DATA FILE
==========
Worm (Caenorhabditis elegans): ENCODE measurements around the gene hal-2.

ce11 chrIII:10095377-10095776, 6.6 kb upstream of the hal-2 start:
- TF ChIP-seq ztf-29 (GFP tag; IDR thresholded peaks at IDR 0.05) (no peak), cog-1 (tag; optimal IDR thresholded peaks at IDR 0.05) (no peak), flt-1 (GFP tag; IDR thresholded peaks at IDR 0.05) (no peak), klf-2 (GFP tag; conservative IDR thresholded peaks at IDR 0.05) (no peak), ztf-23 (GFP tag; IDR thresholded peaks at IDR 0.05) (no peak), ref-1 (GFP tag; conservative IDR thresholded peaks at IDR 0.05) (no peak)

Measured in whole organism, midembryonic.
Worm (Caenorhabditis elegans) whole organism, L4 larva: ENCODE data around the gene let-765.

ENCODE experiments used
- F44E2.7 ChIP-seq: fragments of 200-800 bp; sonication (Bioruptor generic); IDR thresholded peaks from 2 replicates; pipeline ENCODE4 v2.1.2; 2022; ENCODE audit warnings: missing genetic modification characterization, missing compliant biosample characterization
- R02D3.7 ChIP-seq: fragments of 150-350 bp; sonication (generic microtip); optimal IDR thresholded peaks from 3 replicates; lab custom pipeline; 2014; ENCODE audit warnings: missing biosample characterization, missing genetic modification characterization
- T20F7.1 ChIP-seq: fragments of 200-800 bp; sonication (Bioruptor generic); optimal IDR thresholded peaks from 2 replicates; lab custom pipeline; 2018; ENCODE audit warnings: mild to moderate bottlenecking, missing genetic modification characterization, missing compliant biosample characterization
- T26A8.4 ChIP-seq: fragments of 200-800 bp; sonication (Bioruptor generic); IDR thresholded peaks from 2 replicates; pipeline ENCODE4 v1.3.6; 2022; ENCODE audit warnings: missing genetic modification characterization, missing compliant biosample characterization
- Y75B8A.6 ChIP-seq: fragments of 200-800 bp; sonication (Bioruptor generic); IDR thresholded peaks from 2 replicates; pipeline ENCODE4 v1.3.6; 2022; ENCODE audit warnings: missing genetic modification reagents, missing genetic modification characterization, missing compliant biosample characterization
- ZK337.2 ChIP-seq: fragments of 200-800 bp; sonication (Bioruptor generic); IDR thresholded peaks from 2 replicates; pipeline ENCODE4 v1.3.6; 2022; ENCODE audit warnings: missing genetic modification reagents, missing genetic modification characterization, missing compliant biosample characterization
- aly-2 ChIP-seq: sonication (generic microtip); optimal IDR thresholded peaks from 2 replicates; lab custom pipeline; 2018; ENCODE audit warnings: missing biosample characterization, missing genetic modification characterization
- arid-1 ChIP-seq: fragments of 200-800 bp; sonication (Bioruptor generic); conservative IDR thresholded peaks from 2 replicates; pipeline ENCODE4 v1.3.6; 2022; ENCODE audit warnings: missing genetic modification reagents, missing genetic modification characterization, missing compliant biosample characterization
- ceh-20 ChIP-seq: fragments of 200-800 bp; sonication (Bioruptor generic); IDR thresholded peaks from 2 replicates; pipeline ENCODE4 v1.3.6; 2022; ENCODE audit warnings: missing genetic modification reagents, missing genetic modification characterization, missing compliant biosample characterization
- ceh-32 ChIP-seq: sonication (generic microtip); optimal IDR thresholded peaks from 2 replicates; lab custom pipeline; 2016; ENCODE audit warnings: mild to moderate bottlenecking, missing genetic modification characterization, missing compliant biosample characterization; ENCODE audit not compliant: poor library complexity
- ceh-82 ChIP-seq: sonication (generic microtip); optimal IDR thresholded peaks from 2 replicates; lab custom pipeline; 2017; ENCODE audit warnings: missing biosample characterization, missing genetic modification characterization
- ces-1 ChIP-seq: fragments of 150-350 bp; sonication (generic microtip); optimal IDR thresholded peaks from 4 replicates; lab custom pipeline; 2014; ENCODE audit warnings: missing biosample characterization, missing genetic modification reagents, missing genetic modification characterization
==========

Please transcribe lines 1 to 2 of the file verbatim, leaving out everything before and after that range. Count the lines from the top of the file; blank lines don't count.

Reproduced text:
Worm (Caenorhabditis elegans): ENCODE measurements around the gene hal-2.

ce11 chrIII:10095377-10095776, 6.6 kb upstream of the hal-2 start: